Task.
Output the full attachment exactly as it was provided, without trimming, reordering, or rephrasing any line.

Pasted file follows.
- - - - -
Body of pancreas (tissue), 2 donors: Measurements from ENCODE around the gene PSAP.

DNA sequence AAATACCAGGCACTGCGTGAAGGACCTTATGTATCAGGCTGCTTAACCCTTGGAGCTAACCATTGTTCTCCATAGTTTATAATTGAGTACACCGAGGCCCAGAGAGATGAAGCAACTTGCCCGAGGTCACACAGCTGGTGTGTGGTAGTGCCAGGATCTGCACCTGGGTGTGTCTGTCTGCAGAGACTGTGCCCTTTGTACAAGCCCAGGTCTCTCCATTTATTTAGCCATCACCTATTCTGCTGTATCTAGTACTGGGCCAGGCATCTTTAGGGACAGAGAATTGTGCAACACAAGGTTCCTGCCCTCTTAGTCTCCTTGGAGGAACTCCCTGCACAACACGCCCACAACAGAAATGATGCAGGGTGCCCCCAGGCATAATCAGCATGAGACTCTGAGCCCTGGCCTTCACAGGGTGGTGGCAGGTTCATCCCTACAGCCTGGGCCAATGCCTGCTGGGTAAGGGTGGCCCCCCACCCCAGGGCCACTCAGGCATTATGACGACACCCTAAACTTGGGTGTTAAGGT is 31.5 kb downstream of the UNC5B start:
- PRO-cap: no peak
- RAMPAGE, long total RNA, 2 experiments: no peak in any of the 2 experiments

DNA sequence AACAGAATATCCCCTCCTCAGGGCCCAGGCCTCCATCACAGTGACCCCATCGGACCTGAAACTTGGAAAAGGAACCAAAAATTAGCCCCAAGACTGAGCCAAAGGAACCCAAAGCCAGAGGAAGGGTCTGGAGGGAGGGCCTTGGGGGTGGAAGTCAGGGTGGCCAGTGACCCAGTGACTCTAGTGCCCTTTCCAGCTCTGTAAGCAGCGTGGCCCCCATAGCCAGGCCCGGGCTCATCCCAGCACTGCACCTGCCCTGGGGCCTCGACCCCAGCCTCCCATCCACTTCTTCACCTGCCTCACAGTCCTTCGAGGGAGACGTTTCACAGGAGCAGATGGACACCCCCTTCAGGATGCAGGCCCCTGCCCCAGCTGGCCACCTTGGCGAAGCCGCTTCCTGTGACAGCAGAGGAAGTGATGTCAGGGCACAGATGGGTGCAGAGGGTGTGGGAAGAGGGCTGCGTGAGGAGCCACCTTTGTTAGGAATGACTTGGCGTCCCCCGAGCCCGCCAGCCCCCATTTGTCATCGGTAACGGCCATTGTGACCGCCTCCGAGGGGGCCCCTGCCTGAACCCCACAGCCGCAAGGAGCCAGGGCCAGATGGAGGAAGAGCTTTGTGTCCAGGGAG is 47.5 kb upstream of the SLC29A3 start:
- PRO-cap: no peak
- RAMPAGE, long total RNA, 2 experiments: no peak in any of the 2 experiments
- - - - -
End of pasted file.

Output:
Body of pancreas (tissue), 2 donors: Measurements from ENCODE around the gene PSAP.

DNA sequence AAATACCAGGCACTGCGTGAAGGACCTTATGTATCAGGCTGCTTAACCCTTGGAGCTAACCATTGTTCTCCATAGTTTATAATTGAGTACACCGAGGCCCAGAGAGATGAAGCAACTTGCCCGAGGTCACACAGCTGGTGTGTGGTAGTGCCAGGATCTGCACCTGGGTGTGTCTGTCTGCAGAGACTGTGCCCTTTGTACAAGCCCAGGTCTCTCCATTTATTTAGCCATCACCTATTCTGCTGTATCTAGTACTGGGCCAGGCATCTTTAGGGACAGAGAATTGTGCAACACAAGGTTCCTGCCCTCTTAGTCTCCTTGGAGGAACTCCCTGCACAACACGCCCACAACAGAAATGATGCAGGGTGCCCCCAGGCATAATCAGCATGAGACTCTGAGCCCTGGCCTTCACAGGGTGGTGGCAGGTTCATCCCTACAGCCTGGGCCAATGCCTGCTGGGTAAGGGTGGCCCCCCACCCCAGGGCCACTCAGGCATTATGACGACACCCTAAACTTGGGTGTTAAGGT is 31.5 kb downstream of the UNC5B start:
- PRO-cap: no peak
- RAMPAGE, long total RNA, 2 experiments: no peak in any of the 2 experiments

DNA sequence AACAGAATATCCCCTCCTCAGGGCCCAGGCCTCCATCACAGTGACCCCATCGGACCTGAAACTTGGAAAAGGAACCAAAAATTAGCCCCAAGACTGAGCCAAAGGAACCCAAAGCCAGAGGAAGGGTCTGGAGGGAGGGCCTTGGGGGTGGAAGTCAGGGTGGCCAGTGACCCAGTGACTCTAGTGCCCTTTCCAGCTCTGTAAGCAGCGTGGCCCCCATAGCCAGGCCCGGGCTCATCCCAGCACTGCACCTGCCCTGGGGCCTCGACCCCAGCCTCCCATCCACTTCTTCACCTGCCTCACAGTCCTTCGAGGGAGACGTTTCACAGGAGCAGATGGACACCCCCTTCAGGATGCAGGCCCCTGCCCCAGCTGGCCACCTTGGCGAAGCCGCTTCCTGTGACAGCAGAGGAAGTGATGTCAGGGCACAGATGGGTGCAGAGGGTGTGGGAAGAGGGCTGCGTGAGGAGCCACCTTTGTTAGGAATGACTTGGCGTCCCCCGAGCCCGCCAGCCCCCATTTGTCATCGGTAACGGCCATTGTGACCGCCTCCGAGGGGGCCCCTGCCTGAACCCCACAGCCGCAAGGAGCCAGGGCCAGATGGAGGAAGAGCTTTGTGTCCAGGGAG is 47.5 kb upstream of the SLC29A3 start:
- PRO-cap: no peak
- RAMPAGE, long total RNA, 2 experiments: no peak in any of the 2 experiments